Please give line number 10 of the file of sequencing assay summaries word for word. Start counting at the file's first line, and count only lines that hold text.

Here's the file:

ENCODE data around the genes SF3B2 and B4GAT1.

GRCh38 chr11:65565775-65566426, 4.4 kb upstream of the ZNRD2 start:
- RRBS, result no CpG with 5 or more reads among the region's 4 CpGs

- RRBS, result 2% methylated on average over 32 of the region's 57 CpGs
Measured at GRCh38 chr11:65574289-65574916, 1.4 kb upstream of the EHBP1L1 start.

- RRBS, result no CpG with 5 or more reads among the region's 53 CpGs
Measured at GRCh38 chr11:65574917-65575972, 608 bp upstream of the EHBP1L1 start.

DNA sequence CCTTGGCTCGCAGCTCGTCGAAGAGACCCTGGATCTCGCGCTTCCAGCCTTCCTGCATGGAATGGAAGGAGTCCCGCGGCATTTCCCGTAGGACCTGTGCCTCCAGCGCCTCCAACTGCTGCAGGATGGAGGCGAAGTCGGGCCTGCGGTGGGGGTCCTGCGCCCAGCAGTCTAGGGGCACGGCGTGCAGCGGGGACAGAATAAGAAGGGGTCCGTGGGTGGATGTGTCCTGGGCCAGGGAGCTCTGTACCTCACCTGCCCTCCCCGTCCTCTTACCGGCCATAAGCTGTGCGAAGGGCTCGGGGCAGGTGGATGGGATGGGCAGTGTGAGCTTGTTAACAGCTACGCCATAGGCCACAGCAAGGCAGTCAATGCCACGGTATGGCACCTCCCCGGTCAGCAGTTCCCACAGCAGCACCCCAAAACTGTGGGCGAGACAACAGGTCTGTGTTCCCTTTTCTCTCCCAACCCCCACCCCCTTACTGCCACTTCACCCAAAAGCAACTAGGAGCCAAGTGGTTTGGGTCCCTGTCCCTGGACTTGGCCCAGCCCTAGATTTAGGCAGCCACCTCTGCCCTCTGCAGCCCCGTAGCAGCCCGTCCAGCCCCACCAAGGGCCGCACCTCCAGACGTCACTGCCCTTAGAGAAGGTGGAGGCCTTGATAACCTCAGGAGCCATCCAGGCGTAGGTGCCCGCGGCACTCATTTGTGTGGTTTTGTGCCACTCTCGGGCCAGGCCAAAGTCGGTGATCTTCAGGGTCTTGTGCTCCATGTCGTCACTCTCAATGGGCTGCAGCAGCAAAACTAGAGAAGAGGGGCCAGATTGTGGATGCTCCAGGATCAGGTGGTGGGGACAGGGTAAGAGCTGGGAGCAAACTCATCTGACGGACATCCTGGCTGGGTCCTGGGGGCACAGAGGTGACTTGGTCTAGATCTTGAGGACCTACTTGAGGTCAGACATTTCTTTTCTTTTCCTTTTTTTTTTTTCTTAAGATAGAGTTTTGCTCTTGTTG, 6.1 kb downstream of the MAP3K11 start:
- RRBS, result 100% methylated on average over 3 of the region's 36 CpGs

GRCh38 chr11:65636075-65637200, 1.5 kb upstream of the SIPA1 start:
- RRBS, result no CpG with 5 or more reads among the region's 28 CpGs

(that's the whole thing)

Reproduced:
GRCh38 chr11:65636075-65637200, 1.5 kb upstream of the SIPA1 start: